The big political news in the UK infrastructure sphere this week has undoubtedly been the long-expected decision of the Labour Party to scrap its pledge to invest £28bn per year into the green economy.
Instead, if Labour wins the next election, it will commit to pumping around £4.7bn extra per year into green industries.
When asking where the apparently lost £23bn could be found, there appears to be an obvious answer that no-one quite wants to articulate: the private sector.
Yes, there is already a significant amount of money being pumped into the UK’s green economy from the private sector, with little or no involvement from the government. But that could be turbo-charged, not by the government throwing more and more money at the issue, but by working in partnership with private sector organisations to develop and scale up their ambitions.
It is, in part at least, what the UK Infrastructure Bank was established to do. Directing more money (debt and equity) to projects via the bank may be a valuable way for the government to de-risk certain green opportunities and establish markets that could not have existed without that push from the public sector.
Clearly any attempt to establish a public-private programme of investment could be difficult for Labour ahead of an election - faced, as it no doubt would be, with accusations of bringing back “discredited” (in the words of former Chancellor Philip Hammond) PFI. Nonetheless, Labour leader Sir Keir Starmer has spoken repeatedly of his desire to establish a relationship with the private sector, and to create a style of government that works in partnership with business and private enterprise.
In that context, the energy sector could provide the perfect opportunity. Cutting public investment in the energy transition should not be the end of the conversation - rather, it should be the beginning of a new conversation with industry over how the government can work most effectively to get the most bang for its buck.
Which brings me to the second item of the week: RAAC schools. The issue of reinforced autoclaved aerated concrete (RAAC) hit the headlines last year, when it became clear that a host of public buildings - many of them schools - were at risk of partial or even complete collapse, due to the RAAC having long outlived its lifespan and now having the potential to simply crumble.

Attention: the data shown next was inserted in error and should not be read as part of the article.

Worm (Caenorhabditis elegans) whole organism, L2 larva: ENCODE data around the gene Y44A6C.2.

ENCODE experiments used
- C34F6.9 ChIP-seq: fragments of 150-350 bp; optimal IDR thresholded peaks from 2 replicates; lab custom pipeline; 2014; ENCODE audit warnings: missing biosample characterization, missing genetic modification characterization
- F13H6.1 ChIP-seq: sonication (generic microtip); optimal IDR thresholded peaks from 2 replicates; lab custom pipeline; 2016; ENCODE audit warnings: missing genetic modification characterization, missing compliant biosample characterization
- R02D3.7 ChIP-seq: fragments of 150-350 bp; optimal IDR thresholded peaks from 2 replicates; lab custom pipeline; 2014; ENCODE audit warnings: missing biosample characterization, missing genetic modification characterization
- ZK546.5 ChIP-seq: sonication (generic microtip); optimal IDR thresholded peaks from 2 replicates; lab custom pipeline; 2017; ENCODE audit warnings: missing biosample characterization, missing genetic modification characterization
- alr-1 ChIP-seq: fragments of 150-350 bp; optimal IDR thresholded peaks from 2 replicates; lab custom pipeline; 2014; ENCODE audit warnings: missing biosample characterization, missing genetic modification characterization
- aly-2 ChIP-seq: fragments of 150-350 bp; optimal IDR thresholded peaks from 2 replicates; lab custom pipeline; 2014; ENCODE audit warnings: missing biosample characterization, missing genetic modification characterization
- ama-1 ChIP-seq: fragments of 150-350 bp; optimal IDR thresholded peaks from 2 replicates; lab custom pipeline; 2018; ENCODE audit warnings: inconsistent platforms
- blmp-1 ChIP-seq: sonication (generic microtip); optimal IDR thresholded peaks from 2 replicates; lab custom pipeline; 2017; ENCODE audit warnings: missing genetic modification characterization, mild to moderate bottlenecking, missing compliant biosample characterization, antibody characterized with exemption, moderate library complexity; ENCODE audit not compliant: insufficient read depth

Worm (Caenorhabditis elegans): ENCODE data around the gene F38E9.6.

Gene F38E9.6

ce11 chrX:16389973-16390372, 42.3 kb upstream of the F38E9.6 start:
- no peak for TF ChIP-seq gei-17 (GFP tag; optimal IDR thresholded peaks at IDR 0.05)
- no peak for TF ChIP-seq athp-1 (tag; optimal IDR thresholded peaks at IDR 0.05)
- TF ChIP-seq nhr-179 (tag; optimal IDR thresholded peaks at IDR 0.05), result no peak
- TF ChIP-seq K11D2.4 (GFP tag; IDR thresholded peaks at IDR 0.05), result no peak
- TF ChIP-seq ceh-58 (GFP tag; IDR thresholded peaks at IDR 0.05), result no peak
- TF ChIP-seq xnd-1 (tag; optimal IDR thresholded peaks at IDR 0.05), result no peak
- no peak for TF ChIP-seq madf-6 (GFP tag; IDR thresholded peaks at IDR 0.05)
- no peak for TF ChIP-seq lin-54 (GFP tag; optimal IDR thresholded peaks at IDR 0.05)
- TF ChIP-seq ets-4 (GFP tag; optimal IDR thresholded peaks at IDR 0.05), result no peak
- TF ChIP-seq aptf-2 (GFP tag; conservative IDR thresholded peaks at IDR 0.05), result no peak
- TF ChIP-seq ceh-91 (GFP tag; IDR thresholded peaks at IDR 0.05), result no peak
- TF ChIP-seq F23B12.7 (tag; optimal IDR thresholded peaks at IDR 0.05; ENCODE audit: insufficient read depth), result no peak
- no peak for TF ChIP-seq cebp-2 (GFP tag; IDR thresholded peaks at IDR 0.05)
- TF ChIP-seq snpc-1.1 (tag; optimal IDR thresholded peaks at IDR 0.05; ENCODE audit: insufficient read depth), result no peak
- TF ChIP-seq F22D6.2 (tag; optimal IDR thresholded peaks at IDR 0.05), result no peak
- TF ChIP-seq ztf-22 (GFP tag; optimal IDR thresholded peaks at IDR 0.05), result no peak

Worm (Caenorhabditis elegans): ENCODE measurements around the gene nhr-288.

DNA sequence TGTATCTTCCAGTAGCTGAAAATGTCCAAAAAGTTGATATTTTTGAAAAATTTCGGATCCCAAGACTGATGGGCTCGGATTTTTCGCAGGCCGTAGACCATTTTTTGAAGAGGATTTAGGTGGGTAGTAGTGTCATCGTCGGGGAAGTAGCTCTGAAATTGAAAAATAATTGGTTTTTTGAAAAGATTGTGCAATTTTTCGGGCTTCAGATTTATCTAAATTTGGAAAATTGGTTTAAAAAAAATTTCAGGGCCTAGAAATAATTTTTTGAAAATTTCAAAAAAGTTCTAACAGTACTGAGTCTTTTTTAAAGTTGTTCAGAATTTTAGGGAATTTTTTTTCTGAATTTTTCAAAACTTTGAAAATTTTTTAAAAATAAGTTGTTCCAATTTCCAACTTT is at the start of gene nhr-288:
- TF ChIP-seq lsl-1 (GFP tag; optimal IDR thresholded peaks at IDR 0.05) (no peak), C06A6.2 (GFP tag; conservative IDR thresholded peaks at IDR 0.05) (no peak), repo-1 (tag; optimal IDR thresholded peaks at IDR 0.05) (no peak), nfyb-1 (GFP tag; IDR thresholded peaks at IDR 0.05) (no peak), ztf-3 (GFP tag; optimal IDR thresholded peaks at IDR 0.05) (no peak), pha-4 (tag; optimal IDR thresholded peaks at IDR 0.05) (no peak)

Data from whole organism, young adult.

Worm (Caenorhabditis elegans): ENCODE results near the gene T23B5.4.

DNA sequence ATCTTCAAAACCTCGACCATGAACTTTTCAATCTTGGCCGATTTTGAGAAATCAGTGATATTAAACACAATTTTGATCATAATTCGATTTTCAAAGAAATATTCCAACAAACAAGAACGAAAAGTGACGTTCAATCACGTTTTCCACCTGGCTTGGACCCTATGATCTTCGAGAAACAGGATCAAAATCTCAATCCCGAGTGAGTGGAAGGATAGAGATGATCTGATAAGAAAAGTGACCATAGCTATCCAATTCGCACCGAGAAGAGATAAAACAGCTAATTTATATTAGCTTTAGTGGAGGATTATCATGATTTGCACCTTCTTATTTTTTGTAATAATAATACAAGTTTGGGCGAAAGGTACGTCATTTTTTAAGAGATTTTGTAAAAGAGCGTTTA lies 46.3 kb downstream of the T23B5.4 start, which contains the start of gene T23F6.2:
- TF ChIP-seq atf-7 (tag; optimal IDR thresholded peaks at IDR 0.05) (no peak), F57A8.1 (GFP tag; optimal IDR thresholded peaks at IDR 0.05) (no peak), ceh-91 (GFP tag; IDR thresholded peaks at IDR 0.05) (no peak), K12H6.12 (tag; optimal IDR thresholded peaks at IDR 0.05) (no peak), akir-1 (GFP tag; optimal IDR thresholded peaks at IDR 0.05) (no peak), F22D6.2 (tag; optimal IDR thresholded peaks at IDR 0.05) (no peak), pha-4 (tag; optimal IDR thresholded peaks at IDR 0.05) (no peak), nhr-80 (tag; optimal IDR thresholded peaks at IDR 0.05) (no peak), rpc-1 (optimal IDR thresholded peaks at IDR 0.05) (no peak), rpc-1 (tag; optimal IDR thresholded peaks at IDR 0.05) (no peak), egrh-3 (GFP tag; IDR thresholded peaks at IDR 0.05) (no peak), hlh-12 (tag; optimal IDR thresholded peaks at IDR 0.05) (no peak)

Brushing over the fact that many of the schools caught up in this crisis would have been rebuilt had the Building Schools for the Future (BSF) programme not been cancelled in 2010, the question in recent months has been: what can be done to remedy this problem?
The answer came this week, when the government announced that all 234 affected schools would receive funding to remove and replace the RAAC - in some cases resulting in major rebuilding of schools.
This led to a new question: where will the money come from? That answer has so far been relatively vague, but there is a belief among unions that the announcement will in fact mean money previously earmarked for new buildings will be diverted to this latest crisis. Given that many schools awaiting funding are already in a dire state of repair, this will feel to many like rearranging deckchairs on the Titanic, with money being yanked from one crisis (a leaky roof, or draughty windows, for example) to be deployed in another (the current headline story of RAAC).
Again, the potential for private finance to help solve some of these problems is staring ministers in the face.
Take an equivalent situation from across the Pond. There. Prince George’s County in Maryland faced a conundrum of only having enough in-year capital budget to rebuild one school at a time - despite the fact that several were in urgent need of replacement or repair. The solution was a public-private partnership, allowing the authority to rebuild several at the same time, by relying on long-term repayments rather than up-front capital spending.
With UK schools in a similar place, could this model not be attempted here? Those with long enough memories will know that was part of the justification for PFI, but a more modern version involving true partnership between the public and private sectors - with both sides having stakes in the project and sharing the risks and rewards in a more appropriate fashion - could provide the solution.
No doubt anyone working in the UK PPP industry for more than 10 years will feel a little depressed at the notion that the country might be having to look to the US for inspiration, given that a decade ago it was very much the other way around. But as Labour and the incumbent Conservative Party cast around for ways to tackle mounting demands, from energy to schools and beyond, surely the opportunity held out by true partnerships with the private sector is too good to ignore?